Sant' Angelo, Wetherby: Yorkshire Italian restaurant where ex-Leeds United manager Marcelo Bielsa was a regular announces closure
Local firms angry as Yorkshire Lavender enters liquidation owing over £1m
On arrival they’d often say I wasn’t ‘what they were expecting’ and question my qualifications until the computer problems were solved. And then they changed their mind!
This attitude towards young people in business is still a barrier ten years later. Questions about experience always come up, even though I’ve founded my own award-winning digital marketing business by now.
Traditionally, young people aren’t encouraged to follow the self-employment route as an option from school. The reasons for that are obvious, because of the lack of security. There’s no guaranteed payday or success.
It was a The Big Challenge entrepreneurship competition which first got me started, selling keyrings to fellow school pupils aged 13.
Like many business owners I did A-Levels and then a degree at Sheffield Hallam University where there was a lot of support.
Thinking back though, if other routes had been promoted I do think I would have gone down a more direct route into business.
During the Covid-19 lockdowns many people seemed to adjust their lives and more and more of us started businesses, or side hustles.
An increasingly digital world has made it much easier, whether you sell crafts on Etsy or use online freelance platforms to seek out work. And having a second income is extremely valuable in the current economic climate.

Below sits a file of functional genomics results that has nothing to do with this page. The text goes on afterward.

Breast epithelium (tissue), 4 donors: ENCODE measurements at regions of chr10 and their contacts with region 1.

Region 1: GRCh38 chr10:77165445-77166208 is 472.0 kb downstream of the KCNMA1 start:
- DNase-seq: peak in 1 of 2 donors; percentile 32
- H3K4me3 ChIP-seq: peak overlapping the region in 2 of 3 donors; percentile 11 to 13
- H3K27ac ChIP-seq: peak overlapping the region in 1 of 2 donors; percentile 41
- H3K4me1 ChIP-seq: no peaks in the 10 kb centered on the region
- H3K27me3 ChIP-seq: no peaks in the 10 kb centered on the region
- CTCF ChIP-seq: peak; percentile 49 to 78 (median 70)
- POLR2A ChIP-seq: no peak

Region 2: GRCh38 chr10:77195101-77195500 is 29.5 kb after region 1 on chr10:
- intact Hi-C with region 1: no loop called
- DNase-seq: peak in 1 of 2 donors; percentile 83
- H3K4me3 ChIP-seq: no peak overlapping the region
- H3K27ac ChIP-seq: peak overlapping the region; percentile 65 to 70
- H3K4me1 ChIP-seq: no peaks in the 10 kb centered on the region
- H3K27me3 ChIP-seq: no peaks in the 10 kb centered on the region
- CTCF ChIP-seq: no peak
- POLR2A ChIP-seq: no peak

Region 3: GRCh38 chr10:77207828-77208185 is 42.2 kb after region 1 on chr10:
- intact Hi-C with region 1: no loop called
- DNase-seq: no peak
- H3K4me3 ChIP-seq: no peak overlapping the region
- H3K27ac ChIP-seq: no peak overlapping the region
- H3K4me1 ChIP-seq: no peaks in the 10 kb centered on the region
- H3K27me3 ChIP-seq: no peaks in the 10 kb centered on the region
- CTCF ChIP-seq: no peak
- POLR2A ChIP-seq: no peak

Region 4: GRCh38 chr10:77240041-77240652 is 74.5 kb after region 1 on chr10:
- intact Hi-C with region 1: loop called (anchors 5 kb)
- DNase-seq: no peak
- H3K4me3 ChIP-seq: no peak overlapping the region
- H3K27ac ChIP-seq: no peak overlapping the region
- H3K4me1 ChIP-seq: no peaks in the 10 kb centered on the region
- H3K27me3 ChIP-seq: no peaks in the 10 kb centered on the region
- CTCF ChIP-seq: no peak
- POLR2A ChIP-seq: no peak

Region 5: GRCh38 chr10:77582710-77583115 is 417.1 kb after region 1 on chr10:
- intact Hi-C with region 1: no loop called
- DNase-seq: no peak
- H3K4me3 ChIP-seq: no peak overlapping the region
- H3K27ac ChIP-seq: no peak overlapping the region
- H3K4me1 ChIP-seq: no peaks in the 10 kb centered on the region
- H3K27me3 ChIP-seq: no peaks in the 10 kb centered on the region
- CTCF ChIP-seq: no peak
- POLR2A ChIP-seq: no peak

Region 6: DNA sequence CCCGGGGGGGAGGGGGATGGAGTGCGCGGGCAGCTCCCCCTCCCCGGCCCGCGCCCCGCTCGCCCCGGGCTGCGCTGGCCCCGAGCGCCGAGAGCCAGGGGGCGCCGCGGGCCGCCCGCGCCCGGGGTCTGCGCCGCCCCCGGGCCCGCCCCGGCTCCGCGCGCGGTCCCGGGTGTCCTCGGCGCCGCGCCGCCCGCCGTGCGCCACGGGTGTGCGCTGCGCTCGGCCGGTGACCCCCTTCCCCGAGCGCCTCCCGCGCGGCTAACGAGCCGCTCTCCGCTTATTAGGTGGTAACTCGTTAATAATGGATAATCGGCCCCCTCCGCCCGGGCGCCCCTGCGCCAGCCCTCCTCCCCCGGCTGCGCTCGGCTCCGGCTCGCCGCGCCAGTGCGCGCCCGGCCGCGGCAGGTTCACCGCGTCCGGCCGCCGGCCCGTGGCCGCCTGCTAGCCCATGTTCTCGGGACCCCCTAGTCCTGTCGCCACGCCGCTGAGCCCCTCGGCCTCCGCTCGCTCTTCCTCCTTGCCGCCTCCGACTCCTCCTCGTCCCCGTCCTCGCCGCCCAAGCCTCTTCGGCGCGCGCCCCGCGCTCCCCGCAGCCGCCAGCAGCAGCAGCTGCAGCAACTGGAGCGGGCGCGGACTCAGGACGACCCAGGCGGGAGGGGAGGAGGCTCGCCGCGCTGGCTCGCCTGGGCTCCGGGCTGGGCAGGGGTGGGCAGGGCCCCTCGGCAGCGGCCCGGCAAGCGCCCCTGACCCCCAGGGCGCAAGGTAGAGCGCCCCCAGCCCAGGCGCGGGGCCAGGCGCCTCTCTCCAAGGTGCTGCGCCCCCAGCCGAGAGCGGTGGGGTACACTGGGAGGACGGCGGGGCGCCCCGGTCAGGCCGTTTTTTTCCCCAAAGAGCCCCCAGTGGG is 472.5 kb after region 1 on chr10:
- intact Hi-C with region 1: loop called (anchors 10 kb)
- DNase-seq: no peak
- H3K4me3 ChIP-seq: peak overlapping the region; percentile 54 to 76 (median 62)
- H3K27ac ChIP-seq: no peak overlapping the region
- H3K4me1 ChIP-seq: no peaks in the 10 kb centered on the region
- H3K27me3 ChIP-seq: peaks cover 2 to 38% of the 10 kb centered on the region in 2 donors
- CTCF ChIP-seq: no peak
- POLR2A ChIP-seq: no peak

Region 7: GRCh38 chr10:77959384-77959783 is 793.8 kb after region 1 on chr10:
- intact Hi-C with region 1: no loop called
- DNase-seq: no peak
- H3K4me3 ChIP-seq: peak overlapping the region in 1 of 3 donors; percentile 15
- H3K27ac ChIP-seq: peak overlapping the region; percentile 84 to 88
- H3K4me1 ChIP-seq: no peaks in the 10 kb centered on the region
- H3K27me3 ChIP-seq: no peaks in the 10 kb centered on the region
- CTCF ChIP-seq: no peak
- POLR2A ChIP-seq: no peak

Many research projects nationwide have charted this boom in young people going it alone. One in ten 16-24-year-olds have started their own venture since February 2020, according to a recent study.
So now seems like the perfect time to write a book that will help young people to navigate the world of business.
As a student at networking events when meeting new people, they would always recommend business books to read. All of them were aimed at much older people – and many were so old fashioned.
I’ve always wanted to write a book about my journey and it’s become clear there isn’t anything out there in terms of a young person’s guide to starting a business. There is a huge gap in the market.
So a publishing deal has been signed and a release is expected sometime next year.
The book will cover all of the pros and cons of being self employed. There’ll be a guide to writing a business plan, tips on networking and how to conduct analysis.
Using social media to grow your business, taking risks and accessing funding from investors are also key chapters.
Everything I include will be backed up by personal experiences – the good and the bad.
My top tips for young people wanting to get into business always include them asking for help and not being afraid to make mistakes. Not everything they try will work out.
The most successful entrepreneurs often try lots of ideas, so doing thorough research is important. But nothing is impossible. With hard work and determination young people can succeed in business.
They shouldn’t let anybody tell them they’re not capable of running a business or that their idea won’t work. And it’s the best feeling to prove people wrong.
The book will be written in a language that everyone can understand. There will be general advice in there too, from dealing with bullying to surrounding yourself with positive people. Through working with charities and vulnerable people I know how important it is for books like this to be accessible to all.
Everyone in business should be encouraging the next generation of entrepreneurs to give their passions a go. Even if the book helps only one young person it will have been worth writing.
Harvey Morton Digital is based in Sheffield. Founder and digital expert Harvey is an ambassador for Youth Employment UK. He is aged 24.